The organ system of the body is divided into two general categories of yin and yang. In general, the solid organs are yin (receptive polarity) and the hollow organs are yang (radiating polarity). Thus each element has a positive pole and a negative pole that allows energy or a current to flow, much like a permanent bar magnet or electricity flowing through wires. The energetic pathway or networks in which the energy flows are known as meridians in Chinese medicine.
Many western doctors rejected the concept of the Chinese meridian system because it was an invisible network inside the body. In other words, if you dissect a human, you will not find a meridian system. Ironically more modern scientific research is beginning to prove that it does in fact exist. When researchers inject fluorescent magnetic nano-particles or radioactive substances into known acupuncture points, they discover that the particles don’t move through the blood vessels, or lymphatic system, but instead follow some unknown invisible network resembling acupuncture meridians at a rate of about 30-centimeters/hour. French researcher Pier Elsevier injected Technetium 99 into a known acupuncture point and found it flowing through this invisible meridian network that has been known to the Chinese for thousands of years.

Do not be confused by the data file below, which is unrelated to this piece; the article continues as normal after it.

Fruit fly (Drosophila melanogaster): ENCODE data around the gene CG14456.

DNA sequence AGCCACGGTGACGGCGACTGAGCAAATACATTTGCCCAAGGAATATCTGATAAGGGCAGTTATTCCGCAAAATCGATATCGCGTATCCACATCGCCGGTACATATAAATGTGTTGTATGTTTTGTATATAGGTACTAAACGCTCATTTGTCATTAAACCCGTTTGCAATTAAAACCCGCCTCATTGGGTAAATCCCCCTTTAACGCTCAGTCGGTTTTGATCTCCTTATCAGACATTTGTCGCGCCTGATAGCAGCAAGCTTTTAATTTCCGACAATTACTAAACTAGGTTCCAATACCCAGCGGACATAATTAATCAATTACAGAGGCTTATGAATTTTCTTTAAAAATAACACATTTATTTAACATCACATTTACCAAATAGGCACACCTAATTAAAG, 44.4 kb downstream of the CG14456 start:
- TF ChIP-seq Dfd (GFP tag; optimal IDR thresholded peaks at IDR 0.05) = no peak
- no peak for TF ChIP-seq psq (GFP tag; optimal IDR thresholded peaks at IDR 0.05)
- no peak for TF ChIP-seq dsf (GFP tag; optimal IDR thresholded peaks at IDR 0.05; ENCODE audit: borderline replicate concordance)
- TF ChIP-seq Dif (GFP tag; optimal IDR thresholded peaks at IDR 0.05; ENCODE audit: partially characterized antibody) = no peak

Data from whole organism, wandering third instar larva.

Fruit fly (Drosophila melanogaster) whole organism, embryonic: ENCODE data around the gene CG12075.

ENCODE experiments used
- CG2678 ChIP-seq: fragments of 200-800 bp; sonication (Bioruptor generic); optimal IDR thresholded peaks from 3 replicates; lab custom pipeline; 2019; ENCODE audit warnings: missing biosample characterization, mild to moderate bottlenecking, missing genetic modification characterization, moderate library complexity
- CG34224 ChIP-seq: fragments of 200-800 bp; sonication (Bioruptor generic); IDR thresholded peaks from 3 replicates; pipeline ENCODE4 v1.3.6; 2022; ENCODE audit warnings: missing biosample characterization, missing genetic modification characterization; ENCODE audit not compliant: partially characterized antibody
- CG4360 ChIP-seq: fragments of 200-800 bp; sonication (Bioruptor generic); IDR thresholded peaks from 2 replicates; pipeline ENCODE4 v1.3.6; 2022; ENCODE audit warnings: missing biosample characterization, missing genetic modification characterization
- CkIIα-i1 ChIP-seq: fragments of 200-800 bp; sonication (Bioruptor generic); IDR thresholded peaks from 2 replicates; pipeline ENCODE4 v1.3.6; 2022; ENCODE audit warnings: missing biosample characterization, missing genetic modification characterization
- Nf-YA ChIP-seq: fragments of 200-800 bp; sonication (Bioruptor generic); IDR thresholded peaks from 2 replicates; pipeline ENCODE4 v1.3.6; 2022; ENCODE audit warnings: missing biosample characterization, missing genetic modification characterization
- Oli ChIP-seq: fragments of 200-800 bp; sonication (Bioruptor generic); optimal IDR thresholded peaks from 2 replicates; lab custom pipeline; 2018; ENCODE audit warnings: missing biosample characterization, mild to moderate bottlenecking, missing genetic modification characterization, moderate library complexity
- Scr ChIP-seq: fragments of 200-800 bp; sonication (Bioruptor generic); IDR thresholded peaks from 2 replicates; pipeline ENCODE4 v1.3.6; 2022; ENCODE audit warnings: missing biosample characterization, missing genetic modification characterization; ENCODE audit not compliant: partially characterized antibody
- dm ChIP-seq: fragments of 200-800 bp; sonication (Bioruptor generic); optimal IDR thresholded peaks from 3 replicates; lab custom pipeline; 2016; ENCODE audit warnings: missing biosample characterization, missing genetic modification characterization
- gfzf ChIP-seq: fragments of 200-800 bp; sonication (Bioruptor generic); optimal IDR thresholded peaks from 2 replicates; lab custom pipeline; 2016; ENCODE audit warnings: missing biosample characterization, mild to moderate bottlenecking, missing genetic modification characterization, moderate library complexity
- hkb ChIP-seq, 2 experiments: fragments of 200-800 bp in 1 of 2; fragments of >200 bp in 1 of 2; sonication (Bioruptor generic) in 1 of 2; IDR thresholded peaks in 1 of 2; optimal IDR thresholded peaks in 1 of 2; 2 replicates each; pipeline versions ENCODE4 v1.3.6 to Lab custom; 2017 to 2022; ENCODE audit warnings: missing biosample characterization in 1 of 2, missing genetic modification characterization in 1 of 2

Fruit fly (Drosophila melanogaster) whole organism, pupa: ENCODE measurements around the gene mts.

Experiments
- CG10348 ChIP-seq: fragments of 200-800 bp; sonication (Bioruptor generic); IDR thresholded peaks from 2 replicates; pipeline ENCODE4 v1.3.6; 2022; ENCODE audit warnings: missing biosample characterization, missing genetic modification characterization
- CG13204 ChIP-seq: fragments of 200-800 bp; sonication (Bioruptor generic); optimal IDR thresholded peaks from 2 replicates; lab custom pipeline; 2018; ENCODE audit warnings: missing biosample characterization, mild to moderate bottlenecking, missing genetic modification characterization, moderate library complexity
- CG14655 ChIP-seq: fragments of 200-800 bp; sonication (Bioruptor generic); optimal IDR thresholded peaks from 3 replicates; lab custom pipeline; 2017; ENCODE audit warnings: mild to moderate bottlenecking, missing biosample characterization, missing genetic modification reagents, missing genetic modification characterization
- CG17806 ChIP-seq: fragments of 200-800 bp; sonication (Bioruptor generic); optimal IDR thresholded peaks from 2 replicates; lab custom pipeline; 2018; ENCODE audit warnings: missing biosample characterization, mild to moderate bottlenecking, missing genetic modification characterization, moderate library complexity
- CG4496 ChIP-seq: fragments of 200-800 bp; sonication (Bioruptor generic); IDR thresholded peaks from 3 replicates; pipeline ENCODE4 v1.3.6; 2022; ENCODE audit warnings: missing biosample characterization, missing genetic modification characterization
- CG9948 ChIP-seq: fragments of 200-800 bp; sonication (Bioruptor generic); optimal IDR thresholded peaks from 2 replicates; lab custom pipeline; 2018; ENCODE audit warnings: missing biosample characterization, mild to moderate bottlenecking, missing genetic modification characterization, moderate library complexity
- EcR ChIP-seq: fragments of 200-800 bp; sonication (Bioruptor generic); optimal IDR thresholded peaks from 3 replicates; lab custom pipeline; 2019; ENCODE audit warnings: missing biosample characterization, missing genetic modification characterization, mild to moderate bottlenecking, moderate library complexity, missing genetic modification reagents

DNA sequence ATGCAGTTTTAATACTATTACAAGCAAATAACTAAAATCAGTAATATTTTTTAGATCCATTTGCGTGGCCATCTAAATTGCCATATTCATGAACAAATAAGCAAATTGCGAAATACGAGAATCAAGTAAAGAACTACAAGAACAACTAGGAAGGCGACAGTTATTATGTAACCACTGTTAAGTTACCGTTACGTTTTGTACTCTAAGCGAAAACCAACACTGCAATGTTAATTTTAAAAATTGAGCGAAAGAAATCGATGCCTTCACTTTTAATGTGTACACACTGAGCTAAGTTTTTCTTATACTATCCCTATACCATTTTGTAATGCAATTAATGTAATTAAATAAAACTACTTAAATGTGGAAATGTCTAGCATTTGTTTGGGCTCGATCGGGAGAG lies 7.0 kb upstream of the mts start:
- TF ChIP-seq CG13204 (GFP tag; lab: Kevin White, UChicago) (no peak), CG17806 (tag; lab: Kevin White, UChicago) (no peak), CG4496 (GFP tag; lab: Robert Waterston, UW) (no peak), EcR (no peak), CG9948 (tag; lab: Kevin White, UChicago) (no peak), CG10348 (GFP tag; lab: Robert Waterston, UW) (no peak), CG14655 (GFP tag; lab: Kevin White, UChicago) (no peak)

In addition, each element is associated with one of the five senses: sight, touch, taste, smell and feel, which are known as the “five thieves” because they all expend or deplete internal energy from the body. This is one way that silent meditation helps create a surplus of energy, i.e. energy is preserved by turning awareness inward thus quieting the 5-senses.